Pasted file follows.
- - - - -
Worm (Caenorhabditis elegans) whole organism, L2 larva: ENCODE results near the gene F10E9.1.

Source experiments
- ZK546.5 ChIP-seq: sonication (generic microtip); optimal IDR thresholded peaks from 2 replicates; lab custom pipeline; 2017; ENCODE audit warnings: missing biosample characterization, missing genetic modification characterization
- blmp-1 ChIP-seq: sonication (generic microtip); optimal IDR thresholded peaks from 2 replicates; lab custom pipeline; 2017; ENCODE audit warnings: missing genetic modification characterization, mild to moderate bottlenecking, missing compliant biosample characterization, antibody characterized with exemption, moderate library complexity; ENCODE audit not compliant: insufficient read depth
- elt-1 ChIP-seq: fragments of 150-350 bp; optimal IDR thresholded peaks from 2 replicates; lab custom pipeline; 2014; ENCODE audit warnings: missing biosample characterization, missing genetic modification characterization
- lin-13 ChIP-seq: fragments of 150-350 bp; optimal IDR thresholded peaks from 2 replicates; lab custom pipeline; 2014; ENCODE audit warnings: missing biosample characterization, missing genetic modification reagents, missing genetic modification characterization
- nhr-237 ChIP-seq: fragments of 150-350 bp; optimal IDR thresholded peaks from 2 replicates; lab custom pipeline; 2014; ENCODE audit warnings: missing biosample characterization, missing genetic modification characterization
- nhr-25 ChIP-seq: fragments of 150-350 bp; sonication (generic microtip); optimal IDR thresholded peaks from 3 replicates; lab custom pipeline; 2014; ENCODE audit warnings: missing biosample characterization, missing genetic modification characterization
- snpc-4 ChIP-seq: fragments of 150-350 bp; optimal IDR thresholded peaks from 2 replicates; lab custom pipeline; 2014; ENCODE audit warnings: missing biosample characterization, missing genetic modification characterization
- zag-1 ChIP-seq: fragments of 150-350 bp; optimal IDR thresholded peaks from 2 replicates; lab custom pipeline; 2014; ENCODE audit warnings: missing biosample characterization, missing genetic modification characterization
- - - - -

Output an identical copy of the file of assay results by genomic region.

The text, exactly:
Worm (Caenorhabditis elegans) whole organism, L2 larva: ENCODE results near the gene F10E9.1.

Source experiments
- ZK546.5 ChIP-seq: sonication (generic microtip); optimal IDR thresholded peaks from 2 replicates; lab custom pipeline; 2017; ENCODE audit warnings: missing biosample characterization, missing genetic modification characterization
- blmp-1 ChIP-seq: sonication (generic microtip); optimal IDR thresholded peaks from 2 replicates; lab custom pipeline; 2017; ENCODE audit warnings: missing genetic modification characterization, mild to moderate bottlenecking, missing compliant biosample characterization, antibody characterized with exemption, moderate library complexity; ENCODE audit not compliant: insufficient read depth
- elt-1 ChIP-seq: fragments of 150-350 bp; optimal IDR thresholded peaks from 2 replicates; lab custom pipeline; 2014; ENCODE audit warnings: missing biosample characterization, missing genetic modification characterization
- lin-13 ChIP-seq: fragments of 150-350 bp; optimal IDR thresholded peaks from 2 replicates; lab custom pipeline; 2014; ENCODE audit warnings: missing biosample characterization, missing genetic modification reagents, missing genetic modification characterization
- nhr-237 ChIP-seq: fragments of 150-350 bp; optimal IDR thresholded peaks from 2 replicates; lab custom pipeline; 2014; ENCODE audit warnings: missing biosample characterization, missing genetic modification characterization
- nhr-25 ChIP-seq: fragments of 150-350 bp; sonication (generic microtip); optimal IDR thresholded peaks from 3 replicates; lab custom pipeline; 2014; ENCODE audit warnings: missing biosample characterization, missing genetic modification characterization
- snpc-4 ChIP-seq: fragments of 150-350 bp; optimal IDR thresholded peaks from 2 replicates; lab custom pipeline; 2014; ENCODE audit warnings: missing biosample characterization, missing genetic modification characterization
- zag-1 ChIP-seq: fragments of 150-350 bp; optimal IDR thresholded peaks from 2 replicates; lab custom pipeline; 2014; ENCODE audit warnings: missing biosample characterization, missing genetic modification characterization